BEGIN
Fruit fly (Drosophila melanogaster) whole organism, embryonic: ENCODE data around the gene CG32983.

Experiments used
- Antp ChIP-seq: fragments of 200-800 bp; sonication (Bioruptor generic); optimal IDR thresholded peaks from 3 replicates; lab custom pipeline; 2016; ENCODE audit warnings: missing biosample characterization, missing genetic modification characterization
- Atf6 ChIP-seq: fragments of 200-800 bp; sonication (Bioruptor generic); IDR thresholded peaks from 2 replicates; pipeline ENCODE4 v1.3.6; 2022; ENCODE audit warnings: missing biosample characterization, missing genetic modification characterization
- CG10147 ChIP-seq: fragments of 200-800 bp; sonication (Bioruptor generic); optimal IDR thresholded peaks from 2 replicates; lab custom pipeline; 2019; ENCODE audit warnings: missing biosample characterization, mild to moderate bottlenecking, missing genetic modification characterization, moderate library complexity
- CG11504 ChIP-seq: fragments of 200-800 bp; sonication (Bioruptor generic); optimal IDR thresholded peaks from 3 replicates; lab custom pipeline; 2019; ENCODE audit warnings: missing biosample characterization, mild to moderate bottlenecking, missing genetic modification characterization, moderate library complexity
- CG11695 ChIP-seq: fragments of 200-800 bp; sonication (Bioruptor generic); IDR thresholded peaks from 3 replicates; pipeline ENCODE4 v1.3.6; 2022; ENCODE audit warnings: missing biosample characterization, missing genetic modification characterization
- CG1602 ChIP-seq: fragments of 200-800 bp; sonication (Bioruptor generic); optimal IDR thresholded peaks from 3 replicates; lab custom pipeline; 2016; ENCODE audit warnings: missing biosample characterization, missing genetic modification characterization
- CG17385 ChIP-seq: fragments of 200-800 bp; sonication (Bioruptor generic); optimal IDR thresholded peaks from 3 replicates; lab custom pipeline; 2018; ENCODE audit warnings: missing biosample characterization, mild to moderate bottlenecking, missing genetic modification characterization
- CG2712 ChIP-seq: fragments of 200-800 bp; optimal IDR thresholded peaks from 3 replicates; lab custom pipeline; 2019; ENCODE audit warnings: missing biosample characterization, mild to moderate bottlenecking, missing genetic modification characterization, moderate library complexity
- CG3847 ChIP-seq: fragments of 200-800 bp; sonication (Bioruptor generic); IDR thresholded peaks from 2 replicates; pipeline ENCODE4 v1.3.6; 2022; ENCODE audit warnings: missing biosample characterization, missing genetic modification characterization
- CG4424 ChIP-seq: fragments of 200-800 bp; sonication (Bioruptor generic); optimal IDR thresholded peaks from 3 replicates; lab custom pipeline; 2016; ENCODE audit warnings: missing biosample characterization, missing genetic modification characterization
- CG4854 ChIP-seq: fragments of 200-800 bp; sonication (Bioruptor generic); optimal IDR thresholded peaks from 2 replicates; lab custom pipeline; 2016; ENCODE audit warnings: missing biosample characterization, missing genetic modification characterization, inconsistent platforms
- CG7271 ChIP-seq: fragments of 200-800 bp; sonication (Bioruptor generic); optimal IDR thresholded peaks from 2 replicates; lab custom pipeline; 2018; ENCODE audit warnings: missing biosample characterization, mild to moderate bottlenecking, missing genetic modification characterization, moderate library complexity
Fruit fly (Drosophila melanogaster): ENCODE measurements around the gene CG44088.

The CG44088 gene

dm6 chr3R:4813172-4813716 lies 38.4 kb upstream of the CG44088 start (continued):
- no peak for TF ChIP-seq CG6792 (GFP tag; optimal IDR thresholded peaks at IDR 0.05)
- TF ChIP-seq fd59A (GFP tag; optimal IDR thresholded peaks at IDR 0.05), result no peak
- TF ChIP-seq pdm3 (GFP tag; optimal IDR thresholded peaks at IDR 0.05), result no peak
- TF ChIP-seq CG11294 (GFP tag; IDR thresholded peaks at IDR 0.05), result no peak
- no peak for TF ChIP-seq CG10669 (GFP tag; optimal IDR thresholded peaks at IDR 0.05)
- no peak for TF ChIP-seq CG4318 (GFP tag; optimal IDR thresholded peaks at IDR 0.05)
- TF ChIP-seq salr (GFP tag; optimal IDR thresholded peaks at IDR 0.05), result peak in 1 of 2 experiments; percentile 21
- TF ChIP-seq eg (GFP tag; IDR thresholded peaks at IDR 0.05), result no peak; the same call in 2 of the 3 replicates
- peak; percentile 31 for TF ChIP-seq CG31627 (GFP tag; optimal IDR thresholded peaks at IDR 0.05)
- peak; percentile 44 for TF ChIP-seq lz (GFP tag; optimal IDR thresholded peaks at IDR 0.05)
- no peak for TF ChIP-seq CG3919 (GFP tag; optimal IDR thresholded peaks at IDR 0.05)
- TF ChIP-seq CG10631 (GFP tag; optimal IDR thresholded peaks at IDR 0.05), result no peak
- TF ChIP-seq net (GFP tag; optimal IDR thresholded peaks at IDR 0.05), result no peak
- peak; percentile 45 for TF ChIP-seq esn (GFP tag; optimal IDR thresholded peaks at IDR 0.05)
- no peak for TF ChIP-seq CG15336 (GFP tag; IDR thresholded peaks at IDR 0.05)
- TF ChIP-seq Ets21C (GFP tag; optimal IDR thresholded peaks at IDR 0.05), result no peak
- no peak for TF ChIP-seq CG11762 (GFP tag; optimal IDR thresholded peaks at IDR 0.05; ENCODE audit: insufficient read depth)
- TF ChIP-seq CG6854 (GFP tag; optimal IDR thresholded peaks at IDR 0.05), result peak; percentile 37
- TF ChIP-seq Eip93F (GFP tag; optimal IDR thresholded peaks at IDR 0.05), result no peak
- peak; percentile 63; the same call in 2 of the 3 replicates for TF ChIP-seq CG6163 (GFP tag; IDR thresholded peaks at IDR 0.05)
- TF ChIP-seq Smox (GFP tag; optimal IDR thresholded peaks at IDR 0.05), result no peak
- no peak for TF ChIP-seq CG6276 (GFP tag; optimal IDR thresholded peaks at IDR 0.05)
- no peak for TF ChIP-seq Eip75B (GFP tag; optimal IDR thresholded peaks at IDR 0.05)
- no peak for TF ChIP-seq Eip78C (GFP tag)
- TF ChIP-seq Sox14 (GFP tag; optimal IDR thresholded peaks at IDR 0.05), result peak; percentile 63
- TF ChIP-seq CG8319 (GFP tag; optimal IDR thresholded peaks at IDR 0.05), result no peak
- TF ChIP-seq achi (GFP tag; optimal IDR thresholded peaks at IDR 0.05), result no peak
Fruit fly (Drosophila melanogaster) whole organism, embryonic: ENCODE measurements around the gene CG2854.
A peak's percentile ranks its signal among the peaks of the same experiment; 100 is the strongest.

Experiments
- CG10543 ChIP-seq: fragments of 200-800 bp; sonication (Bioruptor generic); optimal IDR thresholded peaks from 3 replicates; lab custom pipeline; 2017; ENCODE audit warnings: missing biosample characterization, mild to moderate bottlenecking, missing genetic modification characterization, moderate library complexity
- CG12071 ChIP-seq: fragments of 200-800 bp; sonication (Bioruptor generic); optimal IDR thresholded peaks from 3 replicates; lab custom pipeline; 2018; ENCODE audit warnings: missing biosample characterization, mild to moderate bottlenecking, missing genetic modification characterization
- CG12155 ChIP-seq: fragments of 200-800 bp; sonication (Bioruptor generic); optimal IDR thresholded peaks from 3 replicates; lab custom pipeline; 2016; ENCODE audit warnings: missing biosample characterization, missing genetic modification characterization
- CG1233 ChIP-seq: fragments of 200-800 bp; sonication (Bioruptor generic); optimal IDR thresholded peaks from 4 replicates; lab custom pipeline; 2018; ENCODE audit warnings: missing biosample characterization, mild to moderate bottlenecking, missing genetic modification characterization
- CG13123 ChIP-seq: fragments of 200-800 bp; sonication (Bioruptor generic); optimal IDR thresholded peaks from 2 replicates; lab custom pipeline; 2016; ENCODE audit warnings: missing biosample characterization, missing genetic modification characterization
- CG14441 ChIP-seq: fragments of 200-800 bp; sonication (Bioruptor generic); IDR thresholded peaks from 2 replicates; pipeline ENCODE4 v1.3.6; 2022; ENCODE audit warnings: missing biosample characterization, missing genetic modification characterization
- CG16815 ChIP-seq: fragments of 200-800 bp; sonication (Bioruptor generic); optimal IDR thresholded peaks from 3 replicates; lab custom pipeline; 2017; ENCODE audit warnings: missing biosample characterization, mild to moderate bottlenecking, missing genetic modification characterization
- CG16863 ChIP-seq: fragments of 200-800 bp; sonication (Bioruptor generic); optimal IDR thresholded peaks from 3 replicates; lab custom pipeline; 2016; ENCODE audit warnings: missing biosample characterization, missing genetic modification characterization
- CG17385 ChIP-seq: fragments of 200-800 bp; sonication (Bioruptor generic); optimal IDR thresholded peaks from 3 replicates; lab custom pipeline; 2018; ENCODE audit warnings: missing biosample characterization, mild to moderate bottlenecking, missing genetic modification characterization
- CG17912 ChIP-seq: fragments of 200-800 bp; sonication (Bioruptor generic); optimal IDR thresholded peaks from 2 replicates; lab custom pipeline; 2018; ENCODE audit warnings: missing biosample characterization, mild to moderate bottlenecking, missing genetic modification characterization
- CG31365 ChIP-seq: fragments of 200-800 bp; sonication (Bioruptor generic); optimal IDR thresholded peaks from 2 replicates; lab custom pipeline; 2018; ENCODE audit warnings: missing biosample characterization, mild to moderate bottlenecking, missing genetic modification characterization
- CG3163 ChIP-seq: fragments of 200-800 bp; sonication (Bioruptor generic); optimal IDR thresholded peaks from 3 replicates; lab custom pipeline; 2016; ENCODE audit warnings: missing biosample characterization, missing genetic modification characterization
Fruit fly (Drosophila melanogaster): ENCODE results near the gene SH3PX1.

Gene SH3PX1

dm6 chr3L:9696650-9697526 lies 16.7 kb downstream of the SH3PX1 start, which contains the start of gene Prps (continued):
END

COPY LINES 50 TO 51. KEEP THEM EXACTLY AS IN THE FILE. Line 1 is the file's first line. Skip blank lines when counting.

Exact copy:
- CG12155 ChIP-seq: fragments of 200-800 bp; sonication (Bioruptor generic); optimal IDR thresholded peaks from 3 replicates; lab custom pipeline; 2016; ENCODE audit warnings: missing biosample characterization, missing genetic modification characterization
- CG1233 ChIP-seq: fragments of 200-800 bp; sonication (Bioruptor generic); optimal IDR thresholded peaks from 4 replicates; lab custom pipeline; 2018; ENCODE audit warnings: missing biosample characterization, mild to moderate bottlenecking, missing genetic modification characterization